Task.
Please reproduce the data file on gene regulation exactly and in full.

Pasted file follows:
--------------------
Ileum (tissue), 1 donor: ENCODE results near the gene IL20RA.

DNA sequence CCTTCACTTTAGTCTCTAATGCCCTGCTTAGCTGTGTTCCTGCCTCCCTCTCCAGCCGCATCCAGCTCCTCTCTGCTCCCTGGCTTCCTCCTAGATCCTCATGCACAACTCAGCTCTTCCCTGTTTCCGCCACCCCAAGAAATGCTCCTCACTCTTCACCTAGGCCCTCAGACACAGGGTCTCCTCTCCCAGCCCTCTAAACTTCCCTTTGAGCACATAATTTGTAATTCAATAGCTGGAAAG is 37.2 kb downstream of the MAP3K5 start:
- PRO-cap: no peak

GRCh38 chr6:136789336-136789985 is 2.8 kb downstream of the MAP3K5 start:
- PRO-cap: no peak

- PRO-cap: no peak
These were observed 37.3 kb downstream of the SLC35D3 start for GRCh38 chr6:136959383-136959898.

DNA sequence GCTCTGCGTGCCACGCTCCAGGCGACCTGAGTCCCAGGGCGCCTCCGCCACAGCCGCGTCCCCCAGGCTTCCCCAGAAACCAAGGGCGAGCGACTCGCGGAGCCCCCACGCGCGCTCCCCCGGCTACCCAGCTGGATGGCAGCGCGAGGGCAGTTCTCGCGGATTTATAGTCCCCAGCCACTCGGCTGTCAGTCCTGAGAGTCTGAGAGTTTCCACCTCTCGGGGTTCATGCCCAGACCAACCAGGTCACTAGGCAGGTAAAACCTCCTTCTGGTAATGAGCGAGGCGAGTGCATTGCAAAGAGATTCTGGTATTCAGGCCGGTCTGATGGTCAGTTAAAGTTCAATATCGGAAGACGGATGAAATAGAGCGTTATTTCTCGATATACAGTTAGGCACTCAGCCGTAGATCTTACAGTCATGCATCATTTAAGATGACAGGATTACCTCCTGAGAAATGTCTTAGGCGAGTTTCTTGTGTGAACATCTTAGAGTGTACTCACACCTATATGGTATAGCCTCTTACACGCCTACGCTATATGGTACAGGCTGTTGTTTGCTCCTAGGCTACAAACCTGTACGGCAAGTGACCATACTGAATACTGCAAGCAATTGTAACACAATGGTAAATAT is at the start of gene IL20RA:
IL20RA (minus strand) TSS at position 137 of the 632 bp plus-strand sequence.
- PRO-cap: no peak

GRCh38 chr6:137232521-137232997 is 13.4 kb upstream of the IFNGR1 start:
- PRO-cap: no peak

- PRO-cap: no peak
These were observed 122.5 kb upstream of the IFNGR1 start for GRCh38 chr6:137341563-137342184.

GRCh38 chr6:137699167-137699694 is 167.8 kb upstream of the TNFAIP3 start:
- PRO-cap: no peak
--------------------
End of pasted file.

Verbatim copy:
Ileum (tissue), 1 donor: ENCODE results near the gene IL20RA.

DNA sequence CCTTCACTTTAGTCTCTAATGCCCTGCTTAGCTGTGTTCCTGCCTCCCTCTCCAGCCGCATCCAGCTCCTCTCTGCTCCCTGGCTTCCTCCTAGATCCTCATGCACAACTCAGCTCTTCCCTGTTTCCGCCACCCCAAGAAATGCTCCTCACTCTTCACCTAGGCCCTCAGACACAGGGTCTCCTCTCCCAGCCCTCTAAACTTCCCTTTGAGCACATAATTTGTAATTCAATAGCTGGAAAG is 37.2 kb downstream of the MAP3K5 start:
- PRO-cap: no peak

GRCh38 chr6:136789336-136789985 is 2.8 kb downstream of the MAP3K5 start:
- PRO-cap: no peak

- PRO-cap: no peak
These were observed 37.3 kb downstream of the SLC35D3 start for GRCh38 chr6:136959383-136959898.

DNA sequence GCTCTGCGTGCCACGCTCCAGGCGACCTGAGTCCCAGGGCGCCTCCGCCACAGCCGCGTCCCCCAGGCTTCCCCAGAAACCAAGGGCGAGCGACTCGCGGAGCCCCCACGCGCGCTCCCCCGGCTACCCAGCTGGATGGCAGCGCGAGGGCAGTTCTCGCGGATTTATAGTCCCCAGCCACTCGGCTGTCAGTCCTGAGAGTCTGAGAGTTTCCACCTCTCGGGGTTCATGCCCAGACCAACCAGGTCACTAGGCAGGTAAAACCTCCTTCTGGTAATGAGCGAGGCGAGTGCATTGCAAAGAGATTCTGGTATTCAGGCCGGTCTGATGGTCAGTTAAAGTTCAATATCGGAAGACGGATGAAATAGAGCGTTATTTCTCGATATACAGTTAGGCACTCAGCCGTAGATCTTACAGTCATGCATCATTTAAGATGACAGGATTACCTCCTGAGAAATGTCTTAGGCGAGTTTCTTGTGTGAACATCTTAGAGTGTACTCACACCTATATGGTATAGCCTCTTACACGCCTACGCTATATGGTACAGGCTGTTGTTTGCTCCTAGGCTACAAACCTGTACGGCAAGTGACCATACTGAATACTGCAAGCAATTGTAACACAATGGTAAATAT is at the start of gene IL20RA:
IL20RA (minus strand) TSS at position 137 of the 632 bp plus-strand sequence.
- PRO-cap: no peak

GRCh38 chr6:137232521-137232997 is 13.4 kb upstream of the IFNGR1 start:
- PRO-cap: no peak

- PRO-cap: no peak
These were observed 122.5 kb upstream of the IFNGR1 start for GRCh38 chr6:137341563-137342184.

GRCh38 chr6:137699167-137699694 is 167.8 kb upstream of the TNFAIP3 start:
- PRO-cap: no peak